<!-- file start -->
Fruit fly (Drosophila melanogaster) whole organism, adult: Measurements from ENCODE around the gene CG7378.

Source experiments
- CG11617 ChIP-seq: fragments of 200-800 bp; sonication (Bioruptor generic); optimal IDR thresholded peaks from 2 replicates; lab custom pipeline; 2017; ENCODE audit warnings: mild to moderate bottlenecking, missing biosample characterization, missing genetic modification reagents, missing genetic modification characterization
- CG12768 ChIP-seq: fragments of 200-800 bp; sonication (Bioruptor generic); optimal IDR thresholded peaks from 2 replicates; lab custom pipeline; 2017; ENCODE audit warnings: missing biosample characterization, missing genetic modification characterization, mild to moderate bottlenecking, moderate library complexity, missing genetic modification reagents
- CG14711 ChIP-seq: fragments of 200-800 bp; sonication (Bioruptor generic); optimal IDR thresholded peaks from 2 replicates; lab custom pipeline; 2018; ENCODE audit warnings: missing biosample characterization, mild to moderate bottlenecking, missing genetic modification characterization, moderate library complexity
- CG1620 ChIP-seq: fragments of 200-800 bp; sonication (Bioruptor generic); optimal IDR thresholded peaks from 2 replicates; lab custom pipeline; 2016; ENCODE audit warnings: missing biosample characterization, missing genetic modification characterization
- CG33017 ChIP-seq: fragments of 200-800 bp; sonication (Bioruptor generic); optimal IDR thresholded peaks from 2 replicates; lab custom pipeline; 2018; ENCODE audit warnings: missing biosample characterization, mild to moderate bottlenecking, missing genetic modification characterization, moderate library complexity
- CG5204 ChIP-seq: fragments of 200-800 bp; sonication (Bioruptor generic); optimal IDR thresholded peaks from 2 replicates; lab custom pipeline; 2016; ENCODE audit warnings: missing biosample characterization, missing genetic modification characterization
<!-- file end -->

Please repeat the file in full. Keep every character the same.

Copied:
Fruit fly (Drosophila melanogaster) whole organism, adult: Measurements from ENCODE around the gene CG7378.

Source experiments
- CG11617 ChIP-seq: fragments of 200-800 bp; sonication (Bioruptor generic); optimal IDR thresholded peaks from 2 replicates; lab custom pipeline; 2017; ENCODE audit warnings: mild to moderate bottlenecking, missing biosample characterization, missing genetic modification reagents, missing genetic modification characterization
- CG12768 ChIP-seq: fragments of 200-800 bp; sonication (Bioruptor generic); optimal IDR thresholded peaks from 2 replicates; lab custom pipeline; 2017; ENCODE audit warnings: missing biosample characterization, missing genetic modification characterization, mild to moderate bottlenecking, moderate library complexity, missing genetic modification reagents
- CG14711 ChIP-seq: fragments of 200-800 bp; sonication (Bioruptor generic); optimal IDR thresholded peaks from 2 replicates; lab custom pipeline; 2018; ENCODE audit warnings: missing biosample characterization, mild to moderate bottlenecking, missing genetic modification characterization, moderate library complexity
- CG1620 ChIP-seq: fragments of 200-800 bp; sonication (Bioruptor generic); optimal IDR thresholded peaks from 2 replicates; lab custom pipeline; 2016; ENCODE audit warnings: missing biosample characterization, missing genetic modification characterization
- CG33017 ChIP-seq: fragments of 200-800 bp; sonication (Bioruptor generic); optimal IDR thresholded peaks from 2 replicates; lab custom pipeline; 2018; ENCODE audit warnings: missing biosample characterization, mild to moderate bottlenecking, missing genetic modification characterization, moderate library complexity
- CG5204 ChIP-seq: fragments of 200-800 bp; sonication (Bioruptor generic); optimal IDR thresholded peaks from 2 replicates; lab custom pipeline; 2016; ENCODE audit warnings: missing biosample characterization, missing genetic modification characterization